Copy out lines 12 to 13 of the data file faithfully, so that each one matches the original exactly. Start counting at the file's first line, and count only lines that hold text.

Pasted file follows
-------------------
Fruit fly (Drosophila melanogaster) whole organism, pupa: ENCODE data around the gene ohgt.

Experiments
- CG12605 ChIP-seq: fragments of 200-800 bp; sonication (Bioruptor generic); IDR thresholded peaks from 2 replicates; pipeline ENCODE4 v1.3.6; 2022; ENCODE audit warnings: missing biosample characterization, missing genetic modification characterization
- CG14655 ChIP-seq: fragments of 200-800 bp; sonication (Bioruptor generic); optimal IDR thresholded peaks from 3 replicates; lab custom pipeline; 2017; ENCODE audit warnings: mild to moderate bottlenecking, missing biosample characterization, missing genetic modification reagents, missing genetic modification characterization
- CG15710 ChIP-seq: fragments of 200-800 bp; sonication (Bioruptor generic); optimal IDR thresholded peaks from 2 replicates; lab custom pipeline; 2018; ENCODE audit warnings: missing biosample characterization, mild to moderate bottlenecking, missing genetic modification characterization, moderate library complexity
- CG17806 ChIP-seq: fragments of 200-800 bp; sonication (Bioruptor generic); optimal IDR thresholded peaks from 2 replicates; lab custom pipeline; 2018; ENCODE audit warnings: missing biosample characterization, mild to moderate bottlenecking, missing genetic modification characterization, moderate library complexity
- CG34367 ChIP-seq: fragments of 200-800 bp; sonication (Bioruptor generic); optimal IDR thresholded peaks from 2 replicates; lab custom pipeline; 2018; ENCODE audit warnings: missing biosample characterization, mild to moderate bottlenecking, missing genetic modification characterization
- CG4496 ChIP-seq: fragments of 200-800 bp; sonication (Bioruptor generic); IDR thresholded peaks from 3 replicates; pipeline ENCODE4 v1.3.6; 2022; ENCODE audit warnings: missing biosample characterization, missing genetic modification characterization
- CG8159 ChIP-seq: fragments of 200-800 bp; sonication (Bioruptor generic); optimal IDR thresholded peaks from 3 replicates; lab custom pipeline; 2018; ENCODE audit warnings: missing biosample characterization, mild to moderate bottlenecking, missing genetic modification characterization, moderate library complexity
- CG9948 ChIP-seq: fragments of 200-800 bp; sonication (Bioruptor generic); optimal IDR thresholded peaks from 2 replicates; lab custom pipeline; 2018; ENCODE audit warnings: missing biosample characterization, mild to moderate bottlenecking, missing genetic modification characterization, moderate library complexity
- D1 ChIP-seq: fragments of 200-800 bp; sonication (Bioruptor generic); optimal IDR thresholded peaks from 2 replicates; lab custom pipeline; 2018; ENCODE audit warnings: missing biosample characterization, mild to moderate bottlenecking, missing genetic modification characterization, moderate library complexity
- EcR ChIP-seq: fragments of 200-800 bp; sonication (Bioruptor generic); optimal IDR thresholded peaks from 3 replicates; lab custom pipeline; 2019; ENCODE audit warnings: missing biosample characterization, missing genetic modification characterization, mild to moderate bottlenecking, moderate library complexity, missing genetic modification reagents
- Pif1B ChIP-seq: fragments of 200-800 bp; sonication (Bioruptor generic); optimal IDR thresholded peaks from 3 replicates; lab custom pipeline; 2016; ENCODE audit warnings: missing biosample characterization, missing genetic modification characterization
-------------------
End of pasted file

- EcR ChIP-seq: fragments of 200-800 bp; sonication (Bioruptor generic); optimal IDR thresholded peaks from 3 replicates; lab custom pipeline; 2019; ENCODE audit warnings: missing biosample characterization, missing genetic modification characterization, mild to moderate bottlenecking, moderate library complexity, missing genetic modification reagents
- Pif1B ChIP-seq: fragments of 200-800 bp; sonication (Bioruptor generic); optimal IDR thresholded peaks from 3 replicates; lab custom pipeline; 2016; ENCODE audit warnings: missing biosample characterization, missing genetic modification characterization